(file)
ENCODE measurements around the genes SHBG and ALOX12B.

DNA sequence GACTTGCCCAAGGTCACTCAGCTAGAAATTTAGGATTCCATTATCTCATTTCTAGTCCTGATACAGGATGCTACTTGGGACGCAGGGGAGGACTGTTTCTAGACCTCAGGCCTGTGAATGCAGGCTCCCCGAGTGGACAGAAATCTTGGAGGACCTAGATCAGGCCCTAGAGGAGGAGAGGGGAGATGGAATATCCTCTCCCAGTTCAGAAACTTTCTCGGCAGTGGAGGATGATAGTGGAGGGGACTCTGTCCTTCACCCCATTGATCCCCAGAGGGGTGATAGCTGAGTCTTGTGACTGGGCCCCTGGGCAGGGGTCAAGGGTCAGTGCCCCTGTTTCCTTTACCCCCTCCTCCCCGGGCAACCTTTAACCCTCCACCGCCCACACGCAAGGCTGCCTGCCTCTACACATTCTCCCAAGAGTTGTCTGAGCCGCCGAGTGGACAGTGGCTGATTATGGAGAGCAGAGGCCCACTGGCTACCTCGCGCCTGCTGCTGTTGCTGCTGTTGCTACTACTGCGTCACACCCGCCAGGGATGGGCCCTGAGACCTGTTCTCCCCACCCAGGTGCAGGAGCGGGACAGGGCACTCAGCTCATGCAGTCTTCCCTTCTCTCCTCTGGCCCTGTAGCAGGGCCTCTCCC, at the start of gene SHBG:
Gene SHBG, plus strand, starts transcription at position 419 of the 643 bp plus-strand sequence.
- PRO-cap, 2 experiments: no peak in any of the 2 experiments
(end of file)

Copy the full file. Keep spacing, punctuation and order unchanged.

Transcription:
ENCODE measurements around the genes SHBG and ALOX12B.

DNA sequence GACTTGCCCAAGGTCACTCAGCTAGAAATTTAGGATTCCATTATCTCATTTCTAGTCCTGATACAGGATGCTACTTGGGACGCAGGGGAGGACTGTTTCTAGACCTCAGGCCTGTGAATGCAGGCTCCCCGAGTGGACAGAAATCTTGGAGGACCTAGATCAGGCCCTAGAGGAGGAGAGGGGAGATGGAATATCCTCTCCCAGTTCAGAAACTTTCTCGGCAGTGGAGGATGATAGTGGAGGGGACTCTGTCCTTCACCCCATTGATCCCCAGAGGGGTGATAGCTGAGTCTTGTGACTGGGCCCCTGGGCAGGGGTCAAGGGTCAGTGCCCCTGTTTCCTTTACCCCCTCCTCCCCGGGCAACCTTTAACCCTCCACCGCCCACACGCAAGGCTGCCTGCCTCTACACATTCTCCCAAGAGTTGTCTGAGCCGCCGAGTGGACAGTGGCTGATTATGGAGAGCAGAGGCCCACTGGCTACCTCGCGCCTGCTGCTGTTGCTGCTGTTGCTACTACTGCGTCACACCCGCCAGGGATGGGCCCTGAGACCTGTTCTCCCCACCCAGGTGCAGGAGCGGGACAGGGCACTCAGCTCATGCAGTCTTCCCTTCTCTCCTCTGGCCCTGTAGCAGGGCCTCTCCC, at the start of gene SHBG:
Gene SHBG, plus strand, starts transcription at position 419 of the 643 bp plus-strand sequence.
- PRO-cap, 2 experiments: no peak in any of the 2 experiments